(Bloomberg) -- Pelham Capital, a hedge fund specializing in betting on and against stocks, is in its deepest slump since its launch about 15 years ago as the sell off in equity markets accelerates.
The firm’s main Pelham Long/Short Fund plunged about 7% in April, worsening its loss this year to 28%, according to people with knowledge of the matter. That comes after a 12% decline in 2021.
The fund’s biggest full-year decline previously was 13.7% in 2018, an investor letter shows. The London-based firm, part owned by Petershill Partners Plc, managed about $5 billion in 2020 with most of the money in the flagship fund.
Pelham’s losses reflect a widespread struggle at hedge funds which bet on stocks, with the biggest players delivering some of the worst returns in years. That has been partly due to the collapse of technology shares. Among the most high-profile losers are Chase Coleman’s Tiger Global Management with the tech rout helping to erase $16 billion from its hedge and long-only funds.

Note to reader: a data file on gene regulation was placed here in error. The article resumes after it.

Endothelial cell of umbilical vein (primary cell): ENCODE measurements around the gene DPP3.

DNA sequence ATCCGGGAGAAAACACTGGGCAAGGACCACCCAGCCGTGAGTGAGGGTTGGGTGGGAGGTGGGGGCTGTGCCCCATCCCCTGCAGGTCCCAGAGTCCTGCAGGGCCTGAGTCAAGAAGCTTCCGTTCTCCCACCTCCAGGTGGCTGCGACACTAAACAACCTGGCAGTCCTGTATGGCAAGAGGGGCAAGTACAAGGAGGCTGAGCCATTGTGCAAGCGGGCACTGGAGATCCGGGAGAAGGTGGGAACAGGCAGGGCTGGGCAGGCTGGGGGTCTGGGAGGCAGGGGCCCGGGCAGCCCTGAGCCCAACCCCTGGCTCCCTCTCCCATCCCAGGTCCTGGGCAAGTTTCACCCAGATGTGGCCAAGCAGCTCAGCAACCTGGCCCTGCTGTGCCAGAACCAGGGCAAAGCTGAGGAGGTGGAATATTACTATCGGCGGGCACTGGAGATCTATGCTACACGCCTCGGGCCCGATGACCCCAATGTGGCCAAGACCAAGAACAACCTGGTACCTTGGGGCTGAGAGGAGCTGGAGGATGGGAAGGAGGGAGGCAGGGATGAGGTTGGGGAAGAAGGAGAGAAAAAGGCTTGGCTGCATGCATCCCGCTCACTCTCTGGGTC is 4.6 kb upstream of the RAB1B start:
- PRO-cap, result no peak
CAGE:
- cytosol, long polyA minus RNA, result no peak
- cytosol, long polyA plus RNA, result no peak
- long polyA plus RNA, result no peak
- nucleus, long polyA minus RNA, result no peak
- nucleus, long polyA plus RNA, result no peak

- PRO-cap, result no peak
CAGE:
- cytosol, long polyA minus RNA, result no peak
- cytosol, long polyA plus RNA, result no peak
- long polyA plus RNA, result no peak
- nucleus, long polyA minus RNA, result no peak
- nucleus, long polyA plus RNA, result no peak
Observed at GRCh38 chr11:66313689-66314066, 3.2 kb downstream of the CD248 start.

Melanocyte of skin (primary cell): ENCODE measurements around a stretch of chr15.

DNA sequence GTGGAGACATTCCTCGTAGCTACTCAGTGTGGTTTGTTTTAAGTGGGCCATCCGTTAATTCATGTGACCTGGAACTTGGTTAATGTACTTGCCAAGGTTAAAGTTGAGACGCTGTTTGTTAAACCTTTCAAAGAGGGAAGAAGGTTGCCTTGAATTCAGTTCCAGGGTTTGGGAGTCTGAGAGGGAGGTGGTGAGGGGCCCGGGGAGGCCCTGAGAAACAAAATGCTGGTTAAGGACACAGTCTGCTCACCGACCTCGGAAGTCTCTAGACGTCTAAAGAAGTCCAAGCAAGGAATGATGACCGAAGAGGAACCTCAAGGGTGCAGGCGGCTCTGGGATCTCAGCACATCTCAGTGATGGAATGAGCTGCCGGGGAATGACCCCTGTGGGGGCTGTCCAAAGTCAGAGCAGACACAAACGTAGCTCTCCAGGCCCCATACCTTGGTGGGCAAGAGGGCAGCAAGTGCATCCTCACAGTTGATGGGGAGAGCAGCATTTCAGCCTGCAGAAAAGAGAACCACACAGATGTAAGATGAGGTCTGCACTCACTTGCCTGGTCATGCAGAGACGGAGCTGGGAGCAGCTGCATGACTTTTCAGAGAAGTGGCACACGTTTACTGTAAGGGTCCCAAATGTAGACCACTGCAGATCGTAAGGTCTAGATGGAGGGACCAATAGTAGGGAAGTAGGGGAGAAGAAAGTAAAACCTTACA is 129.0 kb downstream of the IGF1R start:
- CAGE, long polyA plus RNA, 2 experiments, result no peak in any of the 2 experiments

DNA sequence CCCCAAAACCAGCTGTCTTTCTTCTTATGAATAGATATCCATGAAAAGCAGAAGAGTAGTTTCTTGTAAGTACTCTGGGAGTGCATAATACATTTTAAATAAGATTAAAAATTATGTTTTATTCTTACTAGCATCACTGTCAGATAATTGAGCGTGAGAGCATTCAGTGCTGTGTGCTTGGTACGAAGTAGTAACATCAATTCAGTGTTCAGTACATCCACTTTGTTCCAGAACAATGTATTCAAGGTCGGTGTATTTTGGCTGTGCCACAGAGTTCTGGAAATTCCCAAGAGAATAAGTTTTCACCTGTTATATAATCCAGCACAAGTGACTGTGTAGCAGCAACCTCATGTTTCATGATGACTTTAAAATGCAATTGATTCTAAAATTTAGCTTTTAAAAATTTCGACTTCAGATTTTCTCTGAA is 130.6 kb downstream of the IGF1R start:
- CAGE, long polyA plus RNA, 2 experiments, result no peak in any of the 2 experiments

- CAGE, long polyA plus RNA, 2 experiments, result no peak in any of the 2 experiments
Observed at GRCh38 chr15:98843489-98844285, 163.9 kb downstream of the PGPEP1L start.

It’s not clear what led to Pelham’s losses in April. The fund had declined by a record 18.5% in January, with the result driven entirely by its long positions.
A spokesman said the firm continuously keeps its clients updated about performance and declined to comment further.
Goldman Sachs Asset Management’s Petershill unit has a stake in Pelham, which was started in 2007 by former Lansdowne Partners money manager Ross Turner. The firm also runs the Pelham Long/Short Small-Cap fund that it started in 2015. Its affiliate Pelham Global Financials Ltd. manages another fund focused on financial sector stocks.
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